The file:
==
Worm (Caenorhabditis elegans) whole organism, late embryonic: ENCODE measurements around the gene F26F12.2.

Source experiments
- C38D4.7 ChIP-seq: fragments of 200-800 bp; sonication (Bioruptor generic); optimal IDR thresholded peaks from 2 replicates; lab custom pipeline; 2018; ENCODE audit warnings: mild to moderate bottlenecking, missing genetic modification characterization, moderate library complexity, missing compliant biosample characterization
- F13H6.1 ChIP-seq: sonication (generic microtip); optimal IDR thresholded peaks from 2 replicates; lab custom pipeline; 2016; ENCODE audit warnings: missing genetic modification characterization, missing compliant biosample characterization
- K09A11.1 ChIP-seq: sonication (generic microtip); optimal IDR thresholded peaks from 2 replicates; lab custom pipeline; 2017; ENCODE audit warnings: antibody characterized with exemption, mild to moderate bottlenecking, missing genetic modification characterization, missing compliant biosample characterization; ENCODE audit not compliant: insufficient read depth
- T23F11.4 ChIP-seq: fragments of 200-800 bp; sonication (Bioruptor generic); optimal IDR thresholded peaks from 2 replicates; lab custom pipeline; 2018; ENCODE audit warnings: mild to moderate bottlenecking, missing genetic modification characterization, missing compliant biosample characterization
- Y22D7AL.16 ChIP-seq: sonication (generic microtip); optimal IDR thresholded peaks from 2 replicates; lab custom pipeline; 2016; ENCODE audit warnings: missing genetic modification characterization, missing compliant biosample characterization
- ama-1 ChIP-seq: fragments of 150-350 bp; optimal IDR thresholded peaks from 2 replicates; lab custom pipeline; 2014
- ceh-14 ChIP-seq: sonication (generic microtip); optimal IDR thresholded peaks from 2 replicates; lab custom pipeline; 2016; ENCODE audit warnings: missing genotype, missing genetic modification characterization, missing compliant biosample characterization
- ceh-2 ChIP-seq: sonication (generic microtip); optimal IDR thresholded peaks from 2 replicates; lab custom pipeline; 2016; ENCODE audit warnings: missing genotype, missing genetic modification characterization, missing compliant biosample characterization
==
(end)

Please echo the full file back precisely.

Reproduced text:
Worm (Caenorhabditis elegans) whole organism, late embryonic: ENCODE measurements around the gene F26F12.2.

Source experiments
- C38D4.7 ChIP-seq: fragments of 200-800 bp; sonication (Bioruptor generic); optimal IDR thresholded peaks from 2 replicates; lab custom pipeline; 2018; ENCODE audit warnings: mild to moderate bottlenecking, missing genetic modification characterization, moderate library complexity, missing compliant biosample characterization
- F13H6.1 ChIP-seq: sonication (generic microtip); optimal IDR thresholded peaks from 2 replicates; lab custom pipeline; 2016; ENCODE audit warnings: missing genetic modification characterization, missing compliant biosample characterization
- K09A11.1 ChIP-seq: sonication (generic microtip); optimal IDR thresholded peaks from 2 replicates; lab custom pipeline; 2017; ENCODE audit warnings: antibody characterized with exemption, mild to moderate bottlenecking, missing genetic modification characterization, missing compliant biosample characterization; ENCODE audit not compliant: insufficient read depth
- T23F11.4 ChIP-seq: fragments of 200-800 bp; sonication (Bioruptor generic); optimal IDR thresholded peaks from 2 replicates; lab custom pipeline; 2018; ENCODE audit warnings: mild to moderate bottlenecking, missing genetic modification characterization, missing compliant biosample characterization
- Y22D7AL.16 ChIP-seq: sonication (generic microtip); optimal IDR thresholded peaks from 2 replicates; lab custom pipeline; 2016; ENCODE audit warnings: missing genetic modification characterization, missing compliant biosample characterization
- ama-1 ChIP-seq: fragments of 150-350 bp; optimal IDR thresholded peaks from 2 replicates; lab custom pipeline; 2014
- ceh-14 ChIP-seq: sonication (generic microtip); optimal IDR thresholded peaks from 2 replicates; lab custom pipeline; 2016; ENCODE audit warnings: missing genotype, missing genetic modification characterization, missing compliant biosample characterization
- ceh-2 ChIP-seq: sonication (generic microtip); optimal IDR thresholded peaks from 2 replicates; lab custom pipeline; 2016; ENCODE audit warnings: missing genotype, missing genetic modification characterization, missing compliant biosample characterization